Lion pride gone to the ‘dogs


Five reunite on the field at Texas Lutheran University
By LPR Staff

For many students, going away to college for the first time can be daunting. In addition to the new pressures of tougher classes and balancing class with social activities, many college freshman find being away from home – even just a few miles away – a difficult adjustment. Stud

ent athletes also see the additional pressure of practices, training and performing for crowds larger and more passionate than they have ever witnessed before.

In the midst of all that, it helps to have friends around.

Fortune smiled on four Lockhart Lions as they entered college this fall – they found that not only were they tapped to play college ball at Texas Lutheran University, but that they would be surrounded by friendly faces.

Karl Greiger, Dominique Hardaway, Jeffrey McCoy, (Class of 2010) and Kody Zimmerhanzel (Class of 2008) turned in their Lion maroon and white for Bulldog black and gold. At the same time, they discovered Kory Robbins (Class of 2009) transferred from Blinn to TLU and would be on the field with them.

Texas Lutheran Head Coach Danny Padron admits their situation is rare. Not only do most high school athletes not go on to play collegiate ball, but those who do rarely get playing time their first year. Almost none have four lifelong teammates on the field and on the sidelines cheering them on.

“We love these guys,” he said. “They bring a different feel to the team, and while sometimes a coach will get two – or maybe at the most three – guys from the same high school, it’s rare for one team to wind up with five. Especially five players of the quality we have in this room.”

During a casual meeting with Padron and four of the five players (Robbins, a sophomore who has been on the injured list for most of the season and could not be reached to participate), the teammates talked about their experiences in college ball, and how continuing to be a team after high school has changed them.

“It helps a lot,” Grieger said. “You have people around you that know you. They’ve been around and know your story, so they know what you’re going through, and they know what you’re thinking.”

That kinship helps both on the field and off, they said.

“[Having teammates and old friends] means you just have that many less people to get to know,” McCoy added. “ And it comes in handy on the field, because you already know what to expect.”

Padron said the five have already begun to gain a reputation, not only among their teammates, but among their classmates as well, because the group is, comparatively, so large.

“They’re starting to recognize us, because we travel in a pack – in a pride,” Zimmerhanzel said. “We’re Lions.”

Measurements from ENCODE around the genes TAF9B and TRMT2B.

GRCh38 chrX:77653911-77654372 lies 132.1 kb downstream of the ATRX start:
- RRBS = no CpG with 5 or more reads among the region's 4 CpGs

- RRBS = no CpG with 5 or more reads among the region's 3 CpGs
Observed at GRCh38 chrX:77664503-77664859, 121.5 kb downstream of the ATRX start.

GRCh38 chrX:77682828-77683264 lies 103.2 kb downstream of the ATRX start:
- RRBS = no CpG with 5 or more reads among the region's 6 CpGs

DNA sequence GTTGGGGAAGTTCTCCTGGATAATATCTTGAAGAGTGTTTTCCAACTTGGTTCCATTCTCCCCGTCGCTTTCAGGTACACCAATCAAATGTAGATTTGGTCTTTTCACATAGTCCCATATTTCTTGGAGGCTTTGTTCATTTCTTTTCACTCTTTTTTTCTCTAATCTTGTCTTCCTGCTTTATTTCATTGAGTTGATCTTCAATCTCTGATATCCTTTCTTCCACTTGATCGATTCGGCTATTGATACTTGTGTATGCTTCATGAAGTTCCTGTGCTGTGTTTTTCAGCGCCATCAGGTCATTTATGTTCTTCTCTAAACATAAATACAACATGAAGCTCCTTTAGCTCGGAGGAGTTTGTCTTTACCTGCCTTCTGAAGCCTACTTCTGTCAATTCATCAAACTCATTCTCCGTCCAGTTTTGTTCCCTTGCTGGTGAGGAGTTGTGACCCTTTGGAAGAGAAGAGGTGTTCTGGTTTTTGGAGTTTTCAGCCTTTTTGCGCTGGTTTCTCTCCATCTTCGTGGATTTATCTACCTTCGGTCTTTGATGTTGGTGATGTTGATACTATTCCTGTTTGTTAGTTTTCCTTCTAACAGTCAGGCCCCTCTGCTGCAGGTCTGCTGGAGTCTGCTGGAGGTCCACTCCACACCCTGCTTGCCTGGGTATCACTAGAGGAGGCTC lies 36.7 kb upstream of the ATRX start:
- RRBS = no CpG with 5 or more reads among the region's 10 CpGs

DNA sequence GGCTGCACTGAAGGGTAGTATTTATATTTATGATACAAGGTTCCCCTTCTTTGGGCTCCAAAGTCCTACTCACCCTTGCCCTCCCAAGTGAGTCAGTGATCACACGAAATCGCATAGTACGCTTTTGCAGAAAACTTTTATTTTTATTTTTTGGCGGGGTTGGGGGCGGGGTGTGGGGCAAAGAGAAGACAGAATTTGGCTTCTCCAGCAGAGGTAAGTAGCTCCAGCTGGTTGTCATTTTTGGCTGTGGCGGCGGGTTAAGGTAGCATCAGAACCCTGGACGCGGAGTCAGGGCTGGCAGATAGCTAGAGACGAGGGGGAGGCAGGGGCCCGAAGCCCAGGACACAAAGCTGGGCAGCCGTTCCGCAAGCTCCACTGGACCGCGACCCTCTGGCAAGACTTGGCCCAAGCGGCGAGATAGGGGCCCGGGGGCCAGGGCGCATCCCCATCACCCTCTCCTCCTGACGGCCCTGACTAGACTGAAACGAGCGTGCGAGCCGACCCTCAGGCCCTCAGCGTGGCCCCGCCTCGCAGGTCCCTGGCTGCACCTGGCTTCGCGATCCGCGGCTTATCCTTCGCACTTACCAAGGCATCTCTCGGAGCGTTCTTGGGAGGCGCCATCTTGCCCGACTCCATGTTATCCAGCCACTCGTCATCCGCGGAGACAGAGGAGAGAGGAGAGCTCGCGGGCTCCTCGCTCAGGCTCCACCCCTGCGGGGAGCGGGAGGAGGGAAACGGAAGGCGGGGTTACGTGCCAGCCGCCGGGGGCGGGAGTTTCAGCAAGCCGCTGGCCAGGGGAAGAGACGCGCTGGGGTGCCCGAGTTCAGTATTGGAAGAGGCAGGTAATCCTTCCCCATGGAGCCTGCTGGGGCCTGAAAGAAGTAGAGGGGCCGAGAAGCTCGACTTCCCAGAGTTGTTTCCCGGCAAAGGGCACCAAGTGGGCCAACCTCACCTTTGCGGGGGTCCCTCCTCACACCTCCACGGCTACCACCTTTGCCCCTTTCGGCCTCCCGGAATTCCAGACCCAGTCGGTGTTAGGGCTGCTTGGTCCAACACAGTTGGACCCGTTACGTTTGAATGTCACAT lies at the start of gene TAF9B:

Three of the five earned starting positions on the Bulldog squad, with Hardaway at running back, Greiger and Zimmerhanzel at tight end playing in nearly every game this season. As an offensive lineman, McCoy didn’t get as much playing time as the others, and Robbins, a linebacker, was put on the injured list before the first game of the season.

Still, the men have a long way to go and a lot of football left to play.

“We’re a very young team,” Padron said. “Of our 44 on the roster, 33 are freshman. Even though we’ve had some challenges this season, we’ve had some successes, as well, and we’re going to keep working on getting bigger, faster and more agile.”

The team went 4-6 on the season, winning all but one home game, but ending with a crushing 81-3 loss to Mary Hardin-Baylor. That record is in improvement over the 2009 season, when the Bulldogs went 0-10.

Padron was tapped to lead the squad for the 2010 school year, and with a very young team behind him, he has the opportunity to build the Bulldogs into whatever kind of team they want to be.

Much of his focus, though, is on his men as complete humans, not just as athletes.

“Even with these guys, we had some grade scares during the season,” he said. “But whatever it is that they need, with their study habits, with tutors, we’re going to help them with that. We are interested in caring for them as athletes, but we’re more interested in caring for them as people.”

Caring for them as people, as it turns out, might be just a little bit easier than Padron originally expected, since so many of his players have longtime relationships as teammates and friends.

And, of course, Padron is eager to add to the Bulldogs’ “pride.”

“I’ve known Coach [Robin] Rapp for a long time,” he said. “And we’ll be watching. If Lockhart keeps grooming players like these, and young men like these – well, send me all you’ve got.”

Hardaway seems to prefer making his statements on the field. Nearly silent throughout the meeting, the business major rushed for 298 yards, received for 119, and scored five touchdowns for the Bulldogs this fall.

Having just tied up a tough season of their own, the “pride” had a few words of wisdom for the Lion teammates they left at home.

“It’s a tough time right now, but keep your chin up,” Zimmerhanzel said. “Those of you that are seniors, you had a great year last year, and the rest of you can hope for a good year next year.”

McCoy invited the Class of 2011 to come to Seguin and check out the Bulldogs’ program.

“We need a few more familiar faces at TLU.”


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